On the face of it the Convention in general is the obedient adherence to Marxist-Feminist ideology. The problem here is also one of twisted logic, Croatia’s Marxist-feminist NGO’s instead of fighting against the Convention portraying women as the most important victims of violence, as opposed to men, go about pushing for its ratification, hence delivering a strong damaging blow to the progress for women’s equality status in society the feminist movements, away from Marxist ideologies, have achieved so far.

As a Marxist-feminist document the Convention has the potential of dividing any society let alone the one like Croatia that is struggling terribly to rid itself of its communist/socialist heritage. One should not forget that the European Commission was at the time of the document’s creation lead by Jose Manuel Barroso (a Maoist) and the justice department of the EU was lead by Viviane Reding, a Marxist-feminist crusader.

Marxist feminists use Marxist concepts, but they see the exploitation of women as they key feature of family life.

The gender ideologue’s worldview is visible from the very title of the document and in the Preamble of the document it says the following:

Recalling the basic principles of international humanitarian law, and especially the Geneva Convention (IV) relative to the Protection of Civilian Persons in Time of War (1949) and the Additional Protocols I and II (1977) thereto;

Condemning all forms of violence against women and domestic violence;

Recognizing that the realization of de jure and de facto equality between women and men is a key element in the prevention of violence against women;

Recognizing that violence against women is a manifestation of historically unequal power relations between women and men, which have led to domination over, and discrimination against, women by men and to the prevention of the full advancement of women…”

First of all, aiming for the de facto equality between women and men was already tried by the Soviet Union and the Marxist governments that ruled over Eastern Europe until 1989, including former Yugoslavia. As history proved, that did not work out well.

Second, “recognizing” that “it is men’s fault” is just feminist ideology – not a fact.

So there you go, from the paragraphs of the Preamble of the Istanbul Convention we have Marxist concepts taking centre stage.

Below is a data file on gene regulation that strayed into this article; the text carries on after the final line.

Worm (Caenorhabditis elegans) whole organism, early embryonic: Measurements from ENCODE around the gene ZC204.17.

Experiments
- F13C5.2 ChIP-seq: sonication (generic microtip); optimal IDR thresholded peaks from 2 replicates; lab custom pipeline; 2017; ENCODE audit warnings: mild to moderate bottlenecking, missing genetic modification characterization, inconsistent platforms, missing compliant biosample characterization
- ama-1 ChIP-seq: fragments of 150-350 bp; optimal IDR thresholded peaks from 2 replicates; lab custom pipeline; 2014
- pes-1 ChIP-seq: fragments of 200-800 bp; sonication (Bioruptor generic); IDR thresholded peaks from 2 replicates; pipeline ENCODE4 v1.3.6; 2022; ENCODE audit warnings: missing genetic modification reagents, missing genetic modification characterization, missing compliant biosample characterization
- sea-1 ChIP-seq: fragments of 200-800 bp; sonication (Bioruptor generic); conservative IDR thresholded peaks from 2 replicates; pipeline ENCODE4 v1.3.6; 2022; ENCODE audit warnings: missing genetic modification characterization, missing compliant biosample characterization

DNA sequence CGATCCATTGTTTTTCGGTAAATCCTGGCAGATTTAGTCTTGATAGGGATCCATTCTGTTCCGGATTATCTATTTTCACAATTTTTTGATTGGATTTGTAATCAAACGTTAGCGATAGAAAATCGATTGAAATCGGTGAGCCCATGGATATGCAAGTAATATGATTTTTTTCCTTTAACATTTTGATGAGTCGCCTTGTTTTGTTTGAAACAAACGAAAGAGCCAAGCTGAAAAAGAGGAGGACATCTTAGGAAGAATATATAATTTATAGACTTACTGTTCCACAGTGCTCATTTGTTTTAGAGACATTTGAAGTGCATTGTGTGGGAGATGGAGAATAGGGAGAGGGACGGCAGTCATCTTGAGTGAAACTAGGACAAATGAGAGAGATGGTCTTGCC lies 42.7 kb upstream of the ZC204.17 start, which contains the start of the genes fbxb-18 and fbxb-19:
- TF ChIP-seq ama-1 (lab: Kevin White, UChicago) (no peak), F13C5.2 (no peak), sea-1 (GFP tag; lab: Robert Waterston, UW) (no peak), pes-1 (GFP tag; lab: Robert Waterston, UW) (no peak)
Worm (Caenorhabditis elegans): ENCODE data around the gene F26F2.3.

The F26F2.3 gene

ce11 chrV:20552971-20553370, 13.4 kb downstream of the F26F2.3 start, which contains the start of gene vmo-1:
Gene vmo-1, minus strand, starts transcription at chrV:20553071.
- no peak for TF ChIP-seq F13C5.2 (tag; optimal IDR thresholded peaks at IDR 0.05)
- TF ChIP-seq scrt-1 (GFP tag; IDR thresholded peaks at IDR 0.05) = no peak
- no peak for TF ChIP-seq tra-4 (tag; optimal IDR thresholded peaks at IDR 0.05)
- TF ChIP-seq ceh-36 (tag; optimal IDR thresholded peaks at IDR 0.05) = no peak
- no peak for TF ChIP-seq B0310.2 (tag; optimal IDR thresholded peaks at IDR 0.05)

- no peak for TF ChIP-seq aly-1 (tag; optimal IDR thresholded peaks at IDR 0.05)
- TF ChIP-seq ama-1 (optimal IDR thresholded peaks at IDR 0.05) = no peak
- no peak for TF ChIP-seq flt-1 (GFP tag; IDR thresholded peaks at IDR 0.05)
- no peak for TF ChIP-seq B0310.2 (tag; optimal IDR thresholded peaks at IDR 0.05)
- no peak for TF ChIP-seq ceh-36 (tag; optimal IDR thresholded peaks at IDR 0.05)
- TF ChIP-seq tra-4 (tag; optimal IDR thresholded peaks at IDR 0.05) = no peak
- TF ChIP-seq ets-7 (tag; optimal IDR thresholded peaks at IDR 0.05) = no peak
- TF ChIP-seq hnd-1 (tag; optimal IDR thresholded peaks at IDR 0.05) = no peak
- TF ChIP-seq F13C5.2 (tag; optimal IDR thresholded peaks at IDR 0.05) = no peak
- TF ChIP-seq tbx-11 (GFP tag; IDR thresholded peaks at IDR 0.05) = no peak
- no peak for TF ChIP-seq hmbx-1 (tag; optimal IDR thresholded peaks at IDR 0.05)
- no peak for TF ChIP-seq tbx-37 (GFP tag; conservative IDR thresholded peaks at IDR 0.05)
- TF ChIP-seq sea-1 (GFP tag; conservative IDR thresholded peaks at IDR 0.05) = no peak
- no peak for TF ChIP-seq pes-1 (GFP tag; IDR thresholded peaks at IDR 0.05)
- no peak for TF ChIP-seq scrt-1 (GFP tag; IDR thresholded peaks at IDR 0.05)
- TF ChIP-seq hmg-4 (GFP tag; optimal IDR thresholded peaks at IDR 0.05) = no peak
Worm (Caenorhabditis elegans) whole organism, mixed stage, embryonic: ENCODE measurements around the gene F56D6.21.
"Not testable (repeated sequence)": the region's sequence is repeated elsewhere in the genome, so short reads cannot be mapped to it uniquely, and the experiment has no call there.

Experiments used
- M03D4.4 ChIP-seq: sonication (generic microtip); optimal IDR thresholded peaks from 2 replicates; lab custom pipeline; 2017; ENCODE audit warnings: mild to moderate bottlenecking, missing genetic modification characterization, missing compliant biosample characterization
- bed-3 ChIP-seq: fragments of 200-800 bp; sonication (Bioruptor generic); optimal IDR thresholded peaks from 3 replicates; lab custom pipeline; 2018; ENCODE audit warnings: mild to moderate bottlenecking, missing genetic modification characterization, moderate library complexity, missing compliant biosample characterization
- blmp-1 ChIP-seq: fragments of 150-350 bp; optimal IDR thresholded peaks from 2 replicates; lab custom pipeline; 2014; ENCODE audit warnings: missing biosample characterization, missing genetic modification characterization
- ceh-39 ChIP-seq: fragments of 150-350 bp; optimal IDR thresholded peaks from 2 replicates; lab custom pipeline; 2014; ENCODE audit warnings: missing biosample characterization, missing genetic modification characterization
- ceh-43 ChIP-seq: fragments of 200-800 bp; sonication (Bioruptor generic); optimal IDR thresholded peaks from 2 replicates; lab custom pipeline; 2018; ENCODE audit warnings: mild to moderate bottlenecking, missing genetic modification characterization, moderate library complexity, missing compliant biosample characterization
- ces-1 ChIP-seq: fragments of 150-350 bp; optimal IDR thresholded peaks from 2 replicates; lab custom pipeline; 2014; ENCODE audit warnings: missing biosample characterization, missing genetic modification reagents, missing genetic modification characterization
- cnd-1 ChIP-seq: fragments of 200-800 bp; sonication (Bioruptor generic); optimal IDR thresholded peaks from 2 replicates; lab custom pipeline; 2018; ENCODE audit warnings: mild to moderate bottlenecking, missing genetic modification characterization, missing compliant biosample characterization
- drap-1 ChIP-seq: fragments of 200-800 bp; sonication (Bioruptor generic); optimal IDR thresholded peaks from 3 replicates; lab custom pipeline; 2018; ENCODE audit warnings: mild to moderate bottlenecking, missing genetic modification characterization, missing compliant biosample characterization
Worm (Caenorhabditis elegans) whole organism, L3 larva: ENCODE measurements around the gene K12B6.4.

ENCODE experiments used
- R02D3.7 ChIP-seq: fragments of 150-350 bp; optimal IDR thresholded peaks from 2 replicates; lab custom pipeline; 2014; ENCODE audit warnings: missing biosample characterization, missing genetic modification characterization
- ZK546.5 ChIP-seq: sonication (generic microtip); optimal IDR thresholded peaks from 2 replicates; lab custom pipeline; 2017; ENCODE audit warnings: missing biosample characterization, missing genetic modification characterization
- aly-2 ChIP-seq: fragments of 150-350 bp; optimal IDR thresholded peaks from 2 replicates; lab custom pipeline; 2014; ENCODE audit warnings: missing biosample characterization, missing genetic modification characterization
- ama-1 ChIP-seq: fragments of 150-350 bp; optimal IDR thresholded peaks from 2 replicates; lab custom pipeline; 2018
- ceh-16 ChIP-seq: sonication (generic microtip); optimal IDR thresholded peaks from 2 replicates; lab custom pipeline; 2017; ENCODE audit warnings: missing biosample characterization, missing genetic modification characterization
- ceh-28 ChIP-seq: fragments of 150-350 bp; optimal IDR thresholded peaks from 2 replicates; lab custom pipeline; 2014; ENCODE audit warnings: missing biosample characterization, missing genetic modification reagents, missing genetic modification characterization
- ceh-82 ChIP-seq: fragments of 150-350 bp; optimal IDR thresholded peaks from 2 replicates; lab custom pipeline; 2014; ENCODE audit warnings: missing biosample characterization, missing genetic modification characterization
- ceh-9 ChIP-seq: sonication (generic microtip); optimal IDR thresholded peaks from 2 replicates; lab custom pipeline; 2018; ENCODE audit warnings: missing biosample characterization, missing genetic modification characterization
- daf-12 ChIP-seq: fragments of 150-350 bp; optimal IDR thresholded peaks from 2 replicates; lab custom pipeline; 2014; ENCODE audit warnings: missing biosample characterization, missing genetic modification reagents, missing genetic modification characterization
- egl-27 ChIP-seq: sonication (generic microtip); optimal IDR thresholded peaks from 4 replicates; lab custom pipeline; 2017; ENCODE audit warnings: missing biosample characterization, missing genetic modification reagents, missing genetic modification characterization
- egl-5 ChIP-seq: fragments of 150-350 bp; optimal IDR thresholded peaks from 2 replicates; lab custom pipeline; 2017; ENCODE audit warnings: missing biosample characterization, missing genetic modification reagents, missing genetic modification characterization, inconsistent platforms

And the Convention is also “recognizing” some other aspects of the gender hate-ideology in its Preamble:

Recognizing the structural nature of violence against women as gender-based violence, and that violence against women is one of the crucial social mechanisms by which women are forced into a subordinate position compared with men.”

Article 27 sets the obligation for the State to encourage people to report anything if they think an act of violence “may be committed or that further acts of violence are to be expected” – which basically means that it will no longer be a crime (as it is now in many countries) for someone to call the police because the neighbours are talking too loud and the caller “feels” that an act of violence is to be expected. At this point, in many countries including EU, calling the police because you “feel” that a husband might beat his wife because you heard them talking loud, even though you never heard what they were saying and did not see them, is considered “false reporting” and the police might ask you to pay for the expenses of them coming there for nothing.

This document appears filled with pro-female and anti-male bias when perpetration of violence are considered and that is a major concern that interpreting the same will affect a just or fair implemention of protection and prevention of violence. Despite the obvious biases the Convention has been described by some as the “golden standard” of legislation on gender-based violence and addresses FGM (Female Genital Mutilation) (but not Male Genital Mutilation!), domestic violence, sexual abuse and child marriage.

In all of this it would appear that the mind-frame for ratification is that if any government is committed to preventing and eliminating violence against women and girls it should ratify this convention now and start working on its incorporation and implementation. In the same breath, though, the same mind-frame ignores or considers as less important the violence against men. Not a good place to be in given the reality that violence is committed by both men and women in domestic or relationship situations. Ina Vukic